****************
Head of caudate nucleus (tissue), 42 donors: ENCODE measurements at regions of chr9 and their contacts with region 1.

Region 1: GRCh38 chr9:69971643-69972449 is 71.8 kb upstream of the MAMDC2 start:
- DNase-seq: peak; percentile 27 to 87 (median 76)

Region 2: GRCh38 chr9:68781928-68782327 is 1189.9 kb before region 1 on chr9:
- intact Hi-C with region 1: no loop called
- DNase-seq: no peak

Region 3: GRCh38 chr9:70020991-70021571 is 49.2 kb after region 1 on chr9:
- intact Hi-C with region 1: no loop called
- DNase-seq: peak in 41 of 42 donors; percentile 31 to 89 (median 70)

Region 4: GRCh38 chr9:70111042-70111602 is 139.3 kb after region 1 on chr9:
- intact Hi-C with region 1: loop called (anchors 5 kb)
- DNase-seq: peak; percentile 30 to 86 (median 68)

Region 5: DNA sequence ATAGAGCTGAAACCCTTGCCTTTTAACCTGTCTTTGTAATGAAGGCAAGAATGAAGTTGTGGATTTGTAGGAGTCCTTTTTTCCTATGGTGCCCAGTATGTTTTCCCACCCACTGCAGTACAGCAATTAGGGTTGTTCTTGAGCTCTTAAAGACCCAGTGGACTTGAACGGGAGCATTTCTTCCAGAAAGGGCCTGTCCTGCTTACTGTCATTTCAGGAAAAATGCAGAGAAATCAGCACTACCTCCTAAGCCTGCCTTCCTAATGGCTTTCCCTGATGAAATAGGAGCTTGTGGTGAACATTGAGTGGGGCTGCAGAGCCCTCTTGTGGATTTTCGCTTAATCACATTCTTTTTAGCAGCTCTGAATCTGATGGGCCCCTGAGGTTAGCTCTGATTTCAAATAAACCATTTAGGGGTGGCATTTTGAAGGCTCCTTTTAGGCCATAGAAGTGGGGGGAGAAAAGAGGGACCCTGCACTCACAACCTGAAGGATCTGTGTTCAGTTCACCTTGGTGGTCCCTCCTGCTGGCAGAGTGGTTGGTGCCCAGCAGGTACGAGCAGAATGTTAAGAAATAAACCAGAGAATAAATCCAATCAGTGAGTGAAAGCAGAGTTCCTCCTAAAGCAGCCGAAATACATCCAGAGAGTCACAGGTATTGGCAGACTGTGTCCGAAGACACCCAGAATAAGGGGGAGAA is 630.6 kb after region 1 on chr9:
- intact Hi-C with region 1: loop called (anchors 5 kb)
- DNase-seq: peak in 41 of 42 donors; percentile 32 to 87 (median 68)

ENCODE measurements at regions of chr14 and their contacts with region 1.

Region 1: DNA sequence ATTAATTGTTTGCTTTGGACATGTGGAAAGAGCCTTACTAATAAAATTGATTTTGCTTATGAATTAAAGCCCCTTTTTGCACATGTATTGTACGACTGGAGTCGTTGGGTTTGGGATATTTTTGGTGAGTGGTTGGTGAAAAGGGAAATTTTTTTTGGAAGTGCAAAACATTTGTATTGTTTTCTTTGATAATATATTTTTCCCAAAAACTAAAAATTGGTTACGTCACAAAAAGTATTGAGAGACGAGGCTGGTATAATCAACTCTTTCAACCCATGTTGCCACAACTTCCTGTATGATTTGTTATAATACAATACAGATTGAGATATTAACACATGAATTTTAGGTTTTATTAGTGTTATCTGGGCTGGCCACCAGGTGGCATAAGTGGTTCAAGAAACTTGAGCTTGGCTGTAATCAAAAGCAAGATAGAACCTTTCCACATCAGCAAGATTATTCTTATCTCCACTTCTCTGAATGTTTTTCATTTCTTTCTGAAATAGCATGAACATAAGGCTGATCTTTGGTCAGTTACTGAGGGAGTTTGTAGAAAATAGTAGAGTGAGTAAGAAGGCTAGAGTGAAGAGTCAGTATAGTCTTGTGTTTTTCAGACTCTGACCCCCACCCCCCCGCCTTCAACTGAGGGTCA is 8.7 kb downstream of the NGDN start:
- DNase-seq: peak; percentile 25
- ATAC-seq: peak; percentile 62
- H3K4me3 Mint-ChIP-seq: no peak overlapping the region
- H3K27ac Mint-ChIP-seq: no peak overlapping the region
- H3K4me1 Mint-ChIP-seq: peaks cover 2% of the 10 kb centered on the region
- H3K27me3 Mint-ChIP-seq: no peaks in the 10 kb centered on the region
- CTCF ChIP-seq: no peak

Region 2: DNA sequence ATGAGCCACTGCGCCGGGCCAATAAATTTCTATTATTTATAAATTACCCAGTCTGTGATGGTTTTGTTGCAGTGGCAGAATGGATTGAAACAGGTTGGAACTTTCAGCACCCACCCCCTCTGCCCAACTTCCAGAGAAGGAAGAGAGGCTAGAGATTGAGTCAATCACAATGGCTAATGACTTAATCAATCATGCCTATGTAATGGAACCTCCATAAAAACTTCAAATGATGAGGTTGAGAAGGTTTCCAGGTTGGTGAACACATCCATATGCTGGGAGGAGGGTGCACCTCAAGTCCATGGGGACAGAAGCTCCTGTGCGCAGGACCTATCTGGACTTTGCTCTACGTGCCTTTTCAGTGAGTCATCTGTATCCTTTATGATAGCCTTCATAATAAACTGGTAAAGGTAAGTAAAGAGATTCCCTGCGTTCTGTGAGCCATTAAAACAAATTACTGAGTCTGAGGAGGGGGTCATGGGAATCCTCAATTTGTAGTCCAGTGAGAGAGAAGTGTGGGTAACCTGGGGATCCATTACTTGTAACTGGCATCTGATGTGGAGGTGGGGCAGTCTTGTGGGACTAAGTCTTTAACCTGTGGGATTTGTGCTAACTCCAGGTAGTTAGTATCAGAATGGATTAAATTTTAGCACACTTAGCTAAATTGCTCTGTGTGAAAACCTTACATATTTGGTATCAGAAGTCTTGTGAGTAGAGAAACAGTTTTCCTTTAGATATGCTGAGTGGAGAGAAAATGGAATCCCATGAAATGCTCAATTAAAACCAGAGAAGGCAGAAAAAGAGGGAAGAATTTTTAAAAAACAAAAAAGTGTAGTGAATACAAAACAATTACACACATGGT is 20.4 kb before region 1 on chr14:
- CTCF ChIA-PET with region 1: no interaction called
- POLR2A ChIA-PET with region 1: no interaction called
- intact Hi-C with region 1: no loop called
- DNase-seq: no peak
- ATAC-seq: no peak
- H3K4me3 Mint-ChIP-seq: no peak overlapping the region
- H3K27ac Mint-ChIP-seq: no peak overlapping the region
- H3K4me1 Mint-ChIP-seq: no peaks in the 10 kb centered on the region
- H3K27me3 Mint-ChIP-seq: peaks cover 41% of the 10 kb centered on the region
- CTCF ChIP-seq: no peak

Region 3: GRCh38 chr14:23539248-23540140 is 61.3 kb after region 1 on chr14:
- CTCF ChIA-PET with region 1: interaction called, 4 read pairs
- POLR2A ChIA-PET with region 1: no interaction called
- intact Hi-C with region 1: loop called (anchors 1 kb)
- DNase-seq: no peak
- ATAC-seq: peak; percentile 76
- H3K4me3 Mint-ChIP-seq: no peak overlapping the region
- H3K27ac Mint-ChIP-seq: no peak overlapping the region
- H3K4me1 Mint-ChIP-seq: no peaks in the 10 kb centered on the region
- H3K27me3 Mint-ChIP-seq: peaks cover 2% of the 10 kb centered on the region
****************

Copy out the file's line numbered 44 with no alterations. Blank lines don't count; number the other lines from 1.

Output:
- H3K4me1 Mint-ChIP-seq: no peaks in the 10 kb centered on the region